Singer calls criticism of song "ridiculous."
Robin Thicke has heard the criticism of his No. 1 hit song "Blurred Lines," and he thinks it's "ridiculous." Thicke's single, produced by Pharrell Williams and featuring T.I., was called derogatory and promoting rape, but unlike Rick Ross, the "blue eyed soul singer" has no intentions of bowing down.
Lyrics like "Good girl, I know you want it,” could be easily misinterpreted, and Thicke didn't help things by joking that the Diane Martel-directed music video (featuring scantily clad or half-naked models dancing around in sky-high heels and pontytails) was meant to objectify women. "People say, 'Hey, do you think this is degrading to women?" I'm like, "Of course it is," the 36-year-old told GQ magazine last month.
"What a pleasure it is to degrade a woman. I've never gotten to do that before. I've always respected women."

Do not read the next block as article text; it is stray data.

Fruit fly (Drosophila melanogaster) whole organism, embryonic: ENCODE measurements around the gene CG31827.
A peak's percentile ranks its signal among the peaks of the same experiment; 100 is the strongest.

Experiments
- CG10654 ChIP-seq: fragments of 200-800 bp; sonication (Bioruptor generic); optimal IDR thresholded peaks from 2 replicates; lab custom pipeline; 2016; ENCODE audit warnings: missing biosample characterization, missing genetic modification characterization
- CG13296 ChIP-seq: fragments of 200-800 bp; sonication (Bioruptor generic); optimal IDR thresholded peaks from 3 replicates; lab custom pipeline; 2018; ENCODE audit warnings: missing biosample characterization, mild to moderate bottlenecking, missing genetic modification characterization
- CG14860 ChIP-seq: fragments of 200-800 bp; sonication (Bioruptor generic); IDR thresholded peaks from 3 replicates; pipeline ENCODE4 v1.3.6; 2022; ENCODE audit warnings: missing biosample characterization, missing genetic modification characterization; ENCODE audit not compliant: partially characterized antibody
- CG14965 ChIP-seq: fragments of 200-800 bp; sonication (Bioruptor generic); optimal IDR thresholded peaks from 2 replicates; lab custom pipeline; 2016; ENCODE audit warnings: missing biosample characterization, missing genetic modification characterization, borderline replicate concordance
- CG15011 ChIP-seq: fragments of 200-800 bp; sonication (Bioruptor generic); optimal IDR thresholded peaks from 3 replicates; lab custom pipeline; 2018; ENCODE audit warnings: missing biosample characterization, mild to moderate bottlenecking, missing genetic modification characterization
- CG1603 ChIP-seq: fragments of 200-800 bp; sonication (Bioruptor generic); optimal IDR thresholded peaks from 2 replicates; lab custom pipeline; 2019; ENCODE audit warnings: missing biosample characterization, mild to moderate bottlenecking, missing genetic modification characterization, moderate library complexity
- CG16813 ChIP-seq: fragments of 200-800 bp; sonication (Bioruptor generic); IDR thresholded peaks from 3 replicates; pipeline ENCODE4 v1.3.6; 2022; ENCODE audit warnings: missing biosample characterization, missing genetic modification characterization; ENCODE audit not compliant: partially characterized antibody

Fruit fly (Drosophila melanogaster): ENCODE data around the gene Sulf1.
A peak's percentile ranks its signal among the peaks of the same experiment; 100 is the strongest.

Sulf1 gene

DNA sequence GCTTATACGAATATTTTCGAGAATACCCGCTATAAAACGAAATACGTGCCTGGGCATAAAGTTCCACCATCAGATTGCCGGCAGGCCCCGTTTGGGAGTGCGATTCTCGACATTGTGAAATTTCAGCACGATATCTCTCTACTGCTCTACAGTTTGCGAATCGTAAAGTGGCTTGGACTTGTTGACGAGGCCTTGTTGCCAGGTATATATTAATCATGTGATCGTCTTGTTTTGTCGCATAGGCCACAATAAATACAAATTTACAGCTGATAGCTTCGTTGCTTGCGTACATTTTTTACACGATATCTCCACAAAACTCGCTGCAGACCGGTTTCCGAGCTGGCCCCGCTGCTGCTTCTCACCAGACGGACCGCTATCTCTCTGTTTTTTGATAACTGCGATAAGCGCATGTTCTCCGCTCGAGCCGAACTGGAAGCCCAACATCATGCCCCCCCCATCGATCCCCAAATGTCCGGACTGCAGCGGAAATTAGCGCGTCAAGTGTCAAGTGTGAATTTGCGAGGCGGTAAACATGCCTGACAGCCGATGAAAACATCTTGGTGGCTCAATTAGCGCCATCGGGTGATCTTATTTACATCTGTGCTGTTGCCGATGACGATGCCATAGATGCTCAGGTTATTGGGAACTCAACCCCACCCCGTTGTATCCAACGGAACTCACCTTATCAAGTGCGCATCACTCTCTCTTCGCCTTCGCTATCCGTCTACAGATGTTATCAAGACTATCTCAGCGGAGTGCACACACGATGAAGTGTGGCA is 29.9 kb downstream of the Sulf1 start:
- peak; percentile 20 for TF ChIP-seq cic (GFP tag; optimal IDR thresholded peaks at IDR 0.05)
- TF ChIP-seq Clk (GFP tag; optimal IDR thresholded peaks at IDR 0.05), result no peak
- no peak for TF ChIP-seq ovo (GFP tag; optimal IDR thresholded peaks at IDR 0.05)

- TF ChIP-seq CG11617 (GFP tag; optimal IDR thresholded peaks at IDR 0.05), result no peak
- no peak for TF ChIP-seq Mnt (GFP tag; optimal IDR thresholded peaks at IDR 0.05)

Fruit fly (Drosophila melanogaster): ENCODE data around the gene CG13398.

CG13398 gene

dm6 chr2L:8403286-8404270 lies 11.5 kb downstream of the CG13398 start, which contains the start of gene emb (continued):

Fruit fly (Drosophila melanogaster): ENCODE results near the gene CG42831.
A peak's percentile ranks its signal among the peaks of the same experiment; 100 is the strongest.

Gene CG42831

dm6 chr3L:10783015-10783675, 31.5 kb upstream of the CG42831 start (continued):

Blogger Lisa Hyun of Feminist in LA took issue with the married father whispering "I know you want it" on the track. "Call me a cynic," Hyun wrote. "But that phrase does not exactly encompass the notion of consent in sexual activity.”
Now, Thicke says he's over the criticism, and when asked about the controversy during a visit to the BBC, refused to respond. "I can't even dignify that with a response," he said. "That's ridiculous."
Even without the controversy, "Blurred Lines" is a certified hit, topping Billboard's Hot 100, Pop Songs and Hot R&B/Hip-Hop Songs charts.
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(Photo: Stephen Lovekin/Getty Images)